Julia: It’s fascinating listening to you speak there because it flows into two really big things in my mind. One of them is about workplace culture and also workplace adjustments and environments also in about enlightend leadership, which we talk a lot about in the industry. And Philip, can I bring you in here because I’m curious to understand a little bit more about your background as well. Did you come through on any sort of an internship programme? What’s your experience of coming into the workplace and then also listening to Rebecca’s remarks there about leadership, culture and environment. Love to get your thoughts too.

Philip: I went to Loughborough University, I did a four-year degree, third year being in a year in industry. So not so much an internship, but certainly a year placement, which gave me a fabulous early insight into the world of professional services. And I was fortunate enough to do that with Johnson and Johnson, they’re one of the largest companies in the world. Right off the bat as being a London centric guy who was seizing opportunities as and when they came, the university programme just gave me a really strong insight into the world of work. And look, it wasn’t just the degree programme, faith plays a huge role in my life and I had lots of support around people in my church, older men and women who’d gone before me. So I was able to plug into their experience and through informal unofficial mentoring, I was able to very quickly partner with people to give me vicarious insight into their experience.

That situation rolls forward to today, Dawid Konotey-Ahulu, who is one of the founders of 10,000 Interns Nation. He’s a member of the Jubilee Church. I’m also a member of Jubilee Church. I’ve able to develop a relationship with him. It’s a friendship more so, but I’m able to pick his brains, his fabulous brains in terms of his experience, not only in the world of financial services, but also as a mixed ethnic man trying to navigate these spaces. So I’m hugely cognizant of the fact that I’m fortunate to have these mentors and these people around me that I can plug into. LinkedIn I think is a fabulous opportunity as well for people to reach out to others who might look like them or read their bio and you can see they’ve walked a similar path or come from a similar background. That’s certainly something that I did.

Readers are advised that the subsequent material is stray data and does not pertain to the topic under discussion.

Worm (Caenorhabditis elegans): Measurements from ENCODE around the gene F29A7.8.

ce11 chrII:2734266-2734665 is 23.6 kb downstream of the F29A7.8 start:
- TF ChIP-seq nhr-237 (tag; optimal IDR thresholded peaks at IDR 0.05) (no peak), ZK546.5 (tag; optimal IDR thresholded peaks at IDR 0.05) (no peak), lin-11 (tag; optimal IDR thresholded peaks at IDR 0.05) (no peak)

I leveraged that platform looking at Black and mixed race men who were in financial services who had gone before me who were in senior positions of leadership and influence and was able to, as the youngster say, shoot my shot and slide into some DMs to ask for some support. Thankfully in invariably 10 times out of 10 people will come back in some sort of capacity. When you talk about my experiences and how I was able to navigate my career pathway, certainly those factors come into it. And then obviously it flows into culture and into how I now see myself as a leader. 

Whenever I’m approached by younger people on LinkedIn or whatever social media platform that I’m leveraging, I have to pay it forward. I absolutely have to pour into them as others have poured into me. For sure.

Julia: What’s wonderful about listening to the two of you speaking, one is a programme structure foundation initiative. The other message I’m getting is about personal proactivity. And of course it’s a wonderful message to our audience about the potential of both, how they can really help your network is one of your greatest career tools. But also you have to take the initiative. Take the initiative, and don’t be afraid to ask and to find your mentors and look up to your role models.But also role models and senior leaders, you have a duty of responsibility and to pay it forward, to use your expression, which is really important.

I wonder if I could just move the conversation on just a fraction, which is, we’ve picked up with this a little bit already, which is D&I being very sort of London centric or capital city centric or major city centric. I’d love to get your thoughts, Philip, if I could stay with you about regional career development. And then also do you see any differences about how D&I is being embraced by organisations, maybe some of the clients that you advise, the organisations that you know across the UK?